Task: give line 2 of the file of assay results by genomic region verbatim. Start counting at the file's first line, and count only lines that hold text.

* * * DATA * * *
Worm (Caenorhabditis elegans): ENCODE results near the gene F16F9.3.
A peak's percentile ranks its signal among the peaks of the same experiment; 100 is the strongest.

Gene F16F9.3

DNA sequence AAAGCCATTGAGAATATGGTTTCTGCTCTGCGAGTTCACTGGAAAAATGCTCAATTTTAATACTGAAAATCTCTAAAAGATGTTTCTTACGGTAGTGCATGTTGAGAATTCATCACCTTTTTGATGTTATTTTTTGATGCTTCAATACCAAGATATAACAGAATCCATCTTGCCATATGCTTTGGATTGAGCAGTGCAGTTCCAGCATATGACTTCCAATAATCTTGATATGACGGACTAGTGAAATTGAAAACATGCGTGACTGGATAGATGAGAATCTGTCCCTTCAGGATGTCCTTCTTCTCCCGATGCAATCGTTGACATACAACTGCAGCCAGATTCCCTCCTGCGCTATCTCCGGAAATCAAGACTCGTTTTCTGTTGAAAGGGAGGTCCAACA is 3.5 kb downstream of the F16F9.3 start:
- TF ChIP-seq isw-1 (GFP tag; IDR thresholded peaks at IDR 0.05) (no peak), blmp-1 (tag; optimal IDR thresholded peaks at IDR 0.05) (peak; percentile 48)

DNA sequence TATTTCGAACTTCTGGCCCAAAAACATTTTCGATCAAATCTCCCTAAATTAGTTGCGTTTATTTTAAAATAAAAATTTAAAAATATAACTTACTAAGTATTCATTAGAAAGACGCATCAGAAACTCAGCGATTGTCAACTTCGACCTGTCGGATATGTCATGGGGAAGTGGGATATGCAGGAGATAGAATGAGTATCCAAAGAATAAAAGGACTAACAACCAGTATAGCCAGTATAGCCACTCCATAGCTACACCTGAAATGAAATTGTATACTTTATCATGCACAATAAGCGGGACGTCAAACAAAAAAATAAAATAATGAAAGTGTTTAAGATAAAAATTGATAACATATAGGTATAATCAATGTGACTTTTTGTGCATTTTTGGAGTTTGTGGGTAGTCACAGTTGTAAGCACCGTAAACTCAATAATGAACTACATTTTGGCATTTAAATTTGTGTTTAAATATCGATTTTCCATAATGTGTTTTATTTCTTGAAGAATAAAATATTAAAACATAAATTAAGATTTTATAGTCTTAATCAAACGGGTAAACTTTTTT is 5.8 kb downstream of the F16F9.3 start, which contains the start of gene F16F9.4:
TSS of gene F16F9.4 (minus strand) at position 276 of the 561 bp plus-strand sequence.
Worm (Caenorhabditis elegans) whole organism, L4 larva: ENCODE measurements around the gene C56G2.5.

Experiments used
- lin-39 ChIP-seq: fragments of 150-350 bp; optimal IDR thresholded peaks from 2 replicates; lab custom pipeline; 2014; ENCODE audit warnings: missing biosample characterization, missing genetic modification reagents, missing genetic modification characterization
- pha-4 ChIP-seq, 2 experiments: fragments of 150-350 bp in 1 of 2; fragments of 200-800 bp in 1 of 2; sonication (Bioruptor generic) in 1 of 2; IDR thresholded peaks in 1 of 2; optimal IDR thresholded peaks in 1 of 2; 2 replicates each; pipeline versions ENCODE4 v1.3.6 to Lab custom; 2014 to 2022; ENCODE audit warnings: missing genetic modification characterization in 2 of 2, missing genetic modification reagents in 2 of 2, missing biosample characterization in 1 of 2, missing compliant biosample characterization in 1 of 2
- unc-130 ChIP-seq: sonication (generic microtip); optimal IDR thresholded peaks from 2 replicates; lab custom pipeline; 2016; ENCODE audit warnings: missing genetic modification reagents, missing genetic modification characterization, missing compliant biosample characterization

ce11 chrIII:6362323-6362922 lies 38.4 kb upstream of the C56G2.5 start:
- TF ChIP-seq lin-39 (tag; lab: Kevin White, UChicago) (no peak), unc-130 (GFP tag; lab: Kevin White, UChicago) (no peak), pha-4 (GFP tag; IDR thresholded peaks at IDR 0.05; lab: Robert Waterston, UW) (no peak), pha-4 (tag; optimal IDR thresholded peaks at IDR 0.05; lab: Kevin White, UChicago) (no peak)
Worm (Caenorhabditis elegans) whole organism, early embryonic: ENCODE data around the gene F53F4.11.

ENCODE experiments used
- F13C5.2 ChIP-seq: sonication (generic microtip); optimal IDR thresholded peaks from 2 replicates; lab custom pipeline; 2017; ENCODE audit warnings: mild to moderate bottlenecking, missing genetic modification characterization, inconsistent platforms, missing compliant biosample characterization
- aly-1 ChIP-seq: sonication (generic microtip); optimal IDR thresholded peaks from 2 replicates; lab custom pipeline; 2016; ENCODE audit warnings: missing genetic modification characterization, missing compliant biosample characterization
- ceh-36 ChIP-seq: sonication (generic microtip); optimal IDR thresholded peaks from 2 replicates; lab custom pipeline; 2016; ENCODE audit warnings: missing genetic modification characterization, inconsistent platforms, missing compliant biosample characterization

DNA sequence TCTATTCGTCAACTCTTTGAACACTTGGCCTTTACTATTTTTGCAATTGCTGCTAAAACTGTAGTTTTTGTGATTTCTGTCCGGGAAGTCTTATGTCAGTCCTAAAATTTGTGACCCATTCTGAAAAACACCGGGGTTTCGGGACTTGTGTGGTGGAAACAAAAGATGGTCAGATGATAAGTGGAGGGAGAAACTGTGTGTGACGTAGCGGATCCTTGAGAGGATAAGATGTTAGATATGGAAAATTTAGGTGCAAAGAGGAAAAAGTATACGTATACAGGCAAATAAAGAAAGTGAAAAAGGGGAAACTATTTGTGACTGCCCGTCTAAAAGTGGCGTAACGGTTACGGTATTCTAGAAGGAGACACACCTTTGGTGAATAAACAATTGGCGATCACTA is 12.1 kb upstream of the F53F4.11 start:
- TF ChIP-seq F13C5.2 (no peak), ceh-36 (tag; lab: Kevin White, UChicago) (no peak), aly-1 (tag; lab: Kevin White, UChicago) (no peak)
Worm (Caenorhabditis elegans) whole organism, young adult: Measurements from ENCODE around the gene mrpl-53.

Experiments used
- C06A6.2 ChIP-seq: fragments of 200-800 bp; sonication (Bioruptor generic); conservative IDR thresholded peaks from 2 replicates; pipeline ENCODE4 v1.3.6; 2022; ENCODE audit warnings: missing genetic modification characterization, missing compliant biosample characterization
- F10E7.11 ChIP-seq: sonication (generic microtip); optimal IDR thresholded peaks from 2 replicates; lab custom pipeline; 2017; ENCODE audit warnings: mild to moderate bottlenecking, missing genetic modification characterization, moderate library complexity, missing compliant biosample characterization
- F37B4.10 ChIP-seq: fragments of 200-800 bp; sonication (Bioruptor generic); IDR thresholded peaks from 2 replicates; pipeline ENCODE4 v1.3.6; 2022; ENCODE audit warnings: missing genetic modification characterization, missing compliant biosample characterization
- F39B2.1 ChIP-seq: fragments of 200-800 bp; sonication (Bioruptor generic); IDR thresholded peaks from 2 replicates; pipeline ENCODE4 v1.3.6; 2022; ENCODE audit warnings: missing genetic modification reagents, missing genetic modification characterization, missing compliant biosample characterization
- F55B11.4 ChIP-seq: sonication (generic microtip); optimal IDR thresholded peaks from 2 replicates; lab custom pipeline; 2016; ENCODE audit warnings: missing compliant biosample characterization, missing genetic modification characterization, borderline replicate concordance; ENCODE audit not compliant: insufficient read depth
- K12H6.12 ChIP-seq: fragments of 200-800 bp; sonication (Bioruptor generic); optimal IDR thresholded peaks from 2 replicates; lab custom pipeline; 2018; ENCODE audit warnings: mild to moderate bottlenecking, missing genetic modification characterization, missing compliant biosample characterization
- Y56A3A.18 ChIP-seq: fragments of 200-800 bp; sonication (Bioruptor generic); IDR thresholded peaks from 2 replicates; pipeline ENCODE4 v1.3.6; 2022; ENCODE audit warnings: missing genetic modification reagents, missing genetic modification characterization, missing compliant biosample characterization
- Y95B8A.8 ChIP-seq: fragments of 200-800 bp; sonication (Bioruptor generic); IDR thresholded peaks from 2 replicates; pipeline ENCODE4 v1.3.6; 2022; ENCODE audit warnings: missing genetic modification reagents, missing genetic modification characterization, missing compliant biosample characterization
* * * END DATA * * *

A peak's percentile ranks its signal among the peaks of the same experiment; 100 is the strongest.